Perhaps the saddest aspect of Ireland’s current difficulties is the number of bright young things leaving the country for better prospects abroad. One could argue that this isn’t a road that Scotland would want to go down through independence and, yet, that is precisely what is happening now. (I know this from experience as I moved to London strictly because Scotland couldn’t provide the PhD that my partner wished to study. Wales, incidentally, could).

The Irish population in 1961 was 2.8m. The population today is 4.5m.

The Norwegian population in 1961 was 3.6m. The population today is 5.0m.

The Icelandic population in 1961 was 179,000. The population today is 318,000.

The Scottish population in 1961 was 5.2m. The population today is 5.2m.

There is clearly only one stagnant, problem child in the above list and that is because there is an historic, corrosive brain drain taking place in Scotland that is damaging growth from both a population and an economic viewpoint. It is little wonder that ‘London-based parties’, to use an unfortunate phrase, are championing the continuation of the UK when it is London that is the prime beneficiary of this very brain drain.

Kids wanting to get away from it all in Sweden move to Stockholm, kids wanting to get away from it all in Norway move to Oslo and kids wanting to get away from it all in Iceland move to Reykjavik but too many kids wanting to get away from it all in Scotland move to London, and we are haemhorrhaging talent and creativity as a direct result.

I decided to have a closer look at this. Using figures from Wikipedia (look for the articles called Demographics of …), I've made two graphs.

The first one (top right) shows the populations of Scotland, Ireland, Denmark and Norway from 1900 to 2010. In 1900, Scotland was by far the most populous country of the four, with almost as big a population as Norway and Denmark combined. Scotland and Ireland had almost stagnant populations for the following decades, while Norway and Denmark grew rapidly. A while after Ireland became independent, the Irish population suddenly exploded, and it has now almost caught up with Denmark. Scotland seems to have experienced modest growth after the introduction of the Scottish Parliament in 1999.

The other graph (on the left) adds Sweden and England, but instead of using absolute numbers, the graphs are relative to the populations in 1900.

The second graph clearly shows a difference between non-independent Scotland and pre-independence Ireland on one hand, and the independent countries (or the dominant part of the union, in the case of England) on the other.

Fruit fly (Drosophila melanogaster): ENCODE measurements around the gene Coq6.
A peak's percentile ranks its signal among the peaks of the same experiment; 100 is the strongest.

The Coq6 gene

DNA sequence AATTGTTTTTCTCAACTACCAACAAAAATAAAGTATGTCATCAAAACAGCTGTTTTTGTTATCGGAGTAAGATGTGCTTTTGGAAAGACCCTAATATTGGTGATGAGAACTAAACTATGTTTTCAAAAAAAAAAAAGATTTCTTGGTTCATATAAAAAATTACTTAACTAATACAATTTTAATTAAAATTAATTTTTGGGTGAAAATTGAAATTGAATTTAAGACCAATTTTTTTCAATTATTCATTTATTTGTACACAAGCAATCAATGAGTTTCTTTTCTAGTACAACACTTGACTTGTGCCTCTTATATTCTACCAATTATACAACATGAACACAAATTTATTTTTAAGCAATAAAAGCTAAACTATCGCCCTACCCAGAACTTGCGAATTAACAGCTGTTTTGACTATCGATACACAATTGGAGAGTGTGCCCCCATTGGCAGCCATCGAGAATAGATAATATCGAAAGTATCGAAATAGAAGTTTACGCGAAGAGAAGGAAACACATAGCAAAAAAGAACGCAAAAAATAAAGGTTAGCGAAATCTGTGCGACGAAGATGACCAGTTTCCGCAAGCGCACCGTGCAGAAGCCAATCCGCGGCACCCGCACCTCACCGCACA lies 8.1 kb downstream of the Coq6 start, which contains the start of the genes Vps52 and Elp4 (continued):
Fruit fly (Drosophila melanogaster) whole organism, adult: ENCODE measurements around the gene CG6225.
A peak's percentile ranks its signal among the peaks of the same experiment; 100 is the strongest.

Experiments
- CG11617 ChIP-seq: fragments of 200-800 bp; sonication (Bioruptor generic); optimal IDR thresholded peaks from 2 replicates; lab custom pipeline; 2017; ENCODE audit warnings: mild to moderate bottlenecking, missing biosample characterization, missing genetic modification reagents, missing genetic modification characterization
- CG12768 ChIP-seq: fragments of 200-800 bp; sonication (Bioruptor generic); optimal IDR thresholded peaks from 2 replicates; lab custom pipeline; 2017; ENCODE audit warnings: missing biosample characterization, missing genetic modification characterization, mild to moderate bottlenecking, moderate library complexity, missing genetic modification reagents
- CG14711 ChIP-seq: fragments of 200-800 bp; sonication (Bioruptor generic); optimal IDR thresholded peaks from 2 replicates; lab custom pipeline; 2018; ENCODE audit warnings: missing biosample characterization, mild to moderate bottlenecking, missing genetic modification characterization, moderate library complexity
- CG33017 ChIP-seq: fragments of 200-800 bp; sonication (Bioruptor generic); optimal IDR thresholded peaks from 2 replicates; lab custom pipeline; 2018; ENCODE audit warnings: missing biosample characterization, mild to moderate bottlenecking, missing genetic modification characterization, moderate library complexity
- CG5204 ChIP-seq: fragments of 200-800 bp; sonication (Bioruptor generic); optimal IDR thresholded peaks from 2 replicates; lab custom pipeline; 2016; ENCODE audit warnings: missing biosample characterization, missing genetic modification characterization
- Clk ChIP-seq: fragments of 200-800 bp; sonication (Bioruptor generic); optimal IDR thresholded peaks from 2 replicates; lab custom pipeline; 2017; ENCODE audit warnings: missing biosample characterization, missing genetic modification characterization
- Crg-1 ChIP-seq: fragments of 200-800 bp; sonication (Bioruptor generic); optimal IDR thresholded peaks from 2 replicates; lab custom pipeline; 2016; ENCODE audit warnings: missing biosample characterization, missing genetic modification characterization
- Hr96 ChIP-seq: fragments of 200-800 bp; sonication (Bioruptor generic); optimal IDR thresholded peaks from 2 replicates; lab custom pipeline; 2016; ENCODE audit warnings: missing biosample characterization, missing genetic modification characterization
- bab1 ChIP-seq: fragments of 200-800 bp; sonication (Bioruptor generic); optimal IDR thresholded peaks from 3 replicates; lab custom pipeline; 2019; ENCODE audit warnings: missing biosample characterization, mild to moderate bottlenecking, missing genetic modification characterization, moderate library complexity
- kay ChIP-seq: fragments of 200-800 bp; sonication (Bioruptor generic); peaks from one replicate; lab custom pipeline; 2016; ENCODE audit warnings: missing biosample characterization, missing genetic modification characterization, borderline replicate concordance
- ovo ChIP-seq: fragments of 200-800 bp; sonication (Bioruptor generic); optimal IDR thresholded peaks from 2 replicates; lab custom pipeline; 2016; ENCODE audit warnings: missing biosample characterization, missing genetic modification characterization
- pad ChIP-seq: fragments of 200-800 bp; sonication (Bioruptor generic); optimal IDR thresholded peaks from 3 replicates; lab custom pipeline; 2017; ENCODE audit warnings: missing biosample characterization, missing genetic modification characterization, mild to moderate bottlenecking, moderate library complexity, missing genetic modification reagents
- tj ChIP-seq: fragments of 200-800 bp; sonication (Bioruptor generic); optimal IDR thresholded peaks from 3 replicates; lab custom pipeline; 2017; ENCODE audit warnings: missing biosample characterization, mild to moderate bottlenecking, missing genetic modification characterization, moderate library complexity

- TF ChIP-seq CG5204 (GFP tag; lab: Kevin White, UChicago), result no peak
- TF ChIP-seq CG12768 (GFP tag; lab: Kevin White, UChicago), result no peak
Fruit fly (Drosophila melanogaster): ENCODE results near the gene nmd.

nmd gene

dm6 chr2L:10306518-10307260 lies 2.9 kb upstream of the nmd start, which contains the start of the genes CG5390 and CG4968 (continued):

If Scotland had experienced the same relative population growth as Denmark since the year 1900, the population in 2010 would have been around 10.1m instead of 5.2m. Would this have happened if Scotland had regained her independence under Queen Victoria, or are there other reasons why Scotland would never have been as fertile as Denmark?

Britain and Scandinavia



The subject
Originally uploaded by Simon Collison

To what extent is Britain (or the British Isles) the same kind of construct as Scandinavia (or the Nordic countries)?

Both Britain and Scandinavia have a long and complex history, with periods of political unification and others with separate kingdoms and plenty of wars.

Scandinavia's united period was a long time ago (1397–1523), while Britain only started falling apart when Ireland became independent again less than a century ago. On the other hand, the British Isles are to some extent more heterogenous than Scandinavia – the former is a mixture of Celts, Anglo-Saxons and Norman French, while the latter consists of the descendants of the Vikings with some Finns, Lapps and Germans thrown in.

In both cases in can be hard to pinpoint exactly what Britishness/Scandinavianness means. For instance, John Major's description of Britishness – “Britain will still be the country of long shadows on cricket grounds, warm beer, invincible green suburbs, dog lovers and pools fillers and, as George Orwell said, 'Old maids bicycling to holy communion through the morning mist'” – is so clearly a description of England that does not apply to Scotland and Ireland. In the same way, it's very hard to define Scandinavian culture in one sentence. And yet, Scandinavians do recognise the similarities intuitively, and Scandinavians abroad tend to hang out together, for instance at international conferences.

So there are definite similarities. And just as Scandinavia does exist in spite of having been separate countries for half a millennium, Britain will always exist whether Scotland becomes independent in 2014 or not. Actually, Scottish independence might actually lead to a reevaluation of the concept, so that it ceases to be about a political construct and starts being about what actually binds people on these islands together, whether they live in Ireland, Wales, Man, Scotland or England.